In my opinion, Dana Andrews steals the show, even if he has seen better days and he ends up sitting most of the drama out down in his bunker.
Scott, as adorable as she is – like a cross between Judy Geeson and Nanette Newman – and as effective as she is in these more personal and emotional scenes is unfortunately allowed to simply fall apart and become a stock cliché of screaming damsel-in-distress by the end of the film. Though I've got to say that she makes for a marvellous sight as she struggles against the roiling environment in a ripped skirt that reveals thighs that even Raquel Welch would be envious of. But I truly think this secondary plot of the tragic love affair is actually quite interesting. Whilst the dialogue may be arch, the way that the situation develops between the three members of the tryst provides the film with some friction in-between the incendiary set-pieces. For his part, Moore is a steady and dependable presence. He barks his lines and snaps into action with gusto, looking a bit like Michael Rennie but possessing far more physical gumption. Very weirdly, he got to play the Indian Chief Dull Knife who wipes out Robert Shaw and the 7th Cavalry in the highly unusual Custer Of The West a couple of years after trying to seal up the Crack. But he is at his most typical here, as the stalwart man-of-the-moment who is a whiz at geology, can drive a jeep at breakneck speed to race a train and can hoist his heroine to safety with one arm.
The set design is amazing. Mixing that warped delight that filmmakers had in the sixties for vast, fantastical underground complexes along with the paranoid “bunker mentality” that was so prevalent in the era, the Sorensen’s subterranean base is a heavy-duty beauty. There are elements of Dr. No’s chemical HQ about it, as well as Blofeld’s control centre from You Only Live Twice. And there is the undeniably stylish and expressionistic vogue of Doctor Strangelove too. Art Direction and Design was by Eugene Lourie, who used terrific hanging foreground miniatures to create the illusion of size and depth. I am still surprised that I didn’t see Ken Adams’ name popping up with regards to this impressive construction, since he was the man responsible for creating those other illustrious examples of imaginative cave-carved lairs. I like the way that the characters’ quarters have elements that are both realistically utilitarian – grey filing cabinets, lockers and steel supports lending them that harsh, no escape from the grindstone aesthetic of a submarine or a warship – and yet delightfully personalised with ornate bookshelves, paintings and furnishings. Coincidentally, this even applies to the genuine research sub that the scientists use which, although cramped, does not look at all uncomfortable. But it is Lourie's hellish, fire and brimstone sets of apocalyptic devastation during the pell-mell climax that really seal the deal with a memorably visual flourish. You can imagine Hellboy just lying back and feeling totally at home amid the mass conflagration and the ruins.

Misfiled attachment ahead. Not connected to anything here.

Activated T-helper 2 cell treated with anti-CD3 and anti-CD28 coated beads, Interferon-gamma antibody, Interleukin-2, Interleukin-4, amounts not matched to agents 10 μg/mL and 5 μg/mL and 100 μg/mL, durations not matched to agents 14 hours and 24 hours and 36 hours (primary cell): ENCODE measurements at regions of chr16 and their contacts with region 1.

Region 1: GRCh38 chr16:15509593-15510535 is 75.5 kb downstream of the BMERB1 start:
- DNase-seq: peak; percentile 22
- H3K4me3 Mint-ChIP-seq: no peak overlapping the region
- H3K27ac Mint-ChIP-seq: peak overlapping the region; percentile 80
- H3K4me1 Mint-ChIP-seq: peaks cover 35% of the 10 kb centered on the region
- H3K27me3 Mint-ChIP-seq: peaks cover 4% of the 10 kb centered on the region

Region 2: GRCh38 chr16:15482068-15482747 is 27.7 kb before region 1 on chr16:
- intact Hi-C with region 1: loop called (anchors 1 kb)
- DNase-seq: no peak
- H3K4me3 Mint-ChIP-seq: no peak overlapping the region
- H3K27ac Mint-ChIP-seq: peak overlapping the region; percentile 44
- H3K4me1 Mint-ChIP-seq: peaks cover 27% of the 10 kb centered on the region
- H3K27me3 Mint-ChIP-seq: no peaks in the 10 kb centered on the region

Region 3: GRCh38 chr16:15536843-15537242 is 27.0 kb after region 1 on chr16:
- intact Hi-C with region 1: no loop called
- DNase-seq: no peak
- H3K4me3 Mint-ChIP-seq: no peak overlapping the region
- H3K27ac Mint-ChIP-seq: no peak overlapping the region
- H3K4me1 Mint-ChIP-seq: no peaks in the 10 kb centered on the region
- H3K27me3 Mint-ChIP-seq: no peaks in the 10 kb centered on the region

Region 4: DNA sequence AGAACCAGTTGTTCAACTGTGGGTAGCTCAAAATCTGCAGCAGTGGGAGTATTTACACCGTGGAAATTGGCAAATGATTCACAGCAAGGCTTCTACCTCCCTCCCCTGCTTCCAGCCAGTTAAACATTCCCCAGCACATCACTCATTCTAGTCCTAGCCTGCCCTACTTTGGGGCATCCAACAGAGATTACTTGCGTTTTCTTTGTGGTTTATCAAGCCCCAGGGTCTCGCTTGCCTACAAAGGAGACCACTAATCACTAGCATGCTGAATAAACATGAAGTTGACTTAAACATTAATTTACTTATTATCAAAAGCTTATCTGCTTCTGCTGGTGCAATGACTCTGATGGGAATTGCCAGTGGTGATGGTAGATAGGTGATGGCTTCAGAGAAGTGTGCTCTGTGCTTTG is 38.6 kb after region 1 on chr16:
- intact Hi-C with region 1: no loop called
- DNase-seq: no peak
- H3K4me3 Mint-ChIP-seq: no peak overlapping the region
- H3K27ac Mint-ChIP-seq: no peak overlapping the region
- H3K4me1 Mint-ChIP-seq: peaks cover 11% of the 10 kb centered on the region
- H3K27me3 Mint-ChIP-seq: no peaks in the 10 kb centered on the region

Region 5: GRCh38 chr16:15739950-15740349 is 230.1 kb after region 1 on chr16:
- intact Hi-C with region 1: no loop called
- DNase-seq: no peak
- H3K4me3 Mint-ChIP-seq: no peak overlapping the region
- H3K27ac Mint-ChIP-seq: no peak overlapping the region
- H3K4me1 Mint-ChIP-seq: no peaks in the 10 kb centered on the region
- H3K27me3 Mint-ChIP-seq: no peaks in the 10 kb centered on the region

Only the score from John Douglas lets the side down. By being totally obvious in his spotting of the action and dramatic cues his music comes across as a right Carry On. There are a good few moments when his dum-dum-dummm!!! motifs for the trombone miss the tonal mark completely and you expect the monstrous Oddbod from Carry On Screaming to come blundering in. Douglas was also the man who provided the majority of the music for Day Of The Triffids, although Ron Goodwin received the credit. This, again, connects that film with this like some celluloid umbilical cord.
In some ways, Crack In The World makes for a good companion piece with Byron Haskin's classic SF adventure Robinson Crusoe On Mars (BD reviewed separately) in that both films take their scenarios very seriously and play them out with an absolute commitment to realism. Both were cutting edge and at the forefront of scientific knowledge at the time when they were made and sought to show the dangers of pushing the boundaries as well as the powerful determination and supreme courage and resilience of Man. And both were proved fundamen tally wrong in their assertions very soon after they were released, though - and this is the vital thing, folks – not the detriment of their stories and the drama they evoked.
I would certainly shy away from calling Crack In The World a minor classic, but it remains a terrific little planet-boiler that effortlessly entertains. The set-pieces are fun and quite exciting, even if it is sometimes a bit strange not to have an immediately identifiable bogeyman to fear and dread. Even the likes of Dante's Peak and Earthquake had natural aggressors that gained a degree of hated personality, as did When Worlds Collide, Meteor and the original Voyage To The Bottom Of The Sea, in which the Van Allen belt in the upper atmosphere catches fire. Well, okay, Voyage also had a giant octopus in it, but you get the picture. Crack In The Earth has a faceless, vast and unpredictable fault-line as its dark nemesis and, to some, this could be nothing more than a meandering threat that just makes the film an episodic series of natural calamities.
But you've got Dana Andrews making a rather large hash of things and then getting all sulky because he knows he's in trouble. You've got Keiron Moore as a boffin-cum-Tarzan out to save the world. And you've got the delectable Janette Scott flashing her thighs as she dangles over the fiery abyss.
Aye, it's not only the Crack In The World that warms things up in this movie!
Andrew Marton's film is great fun. Forget the science and you should have a flamin' ball with it.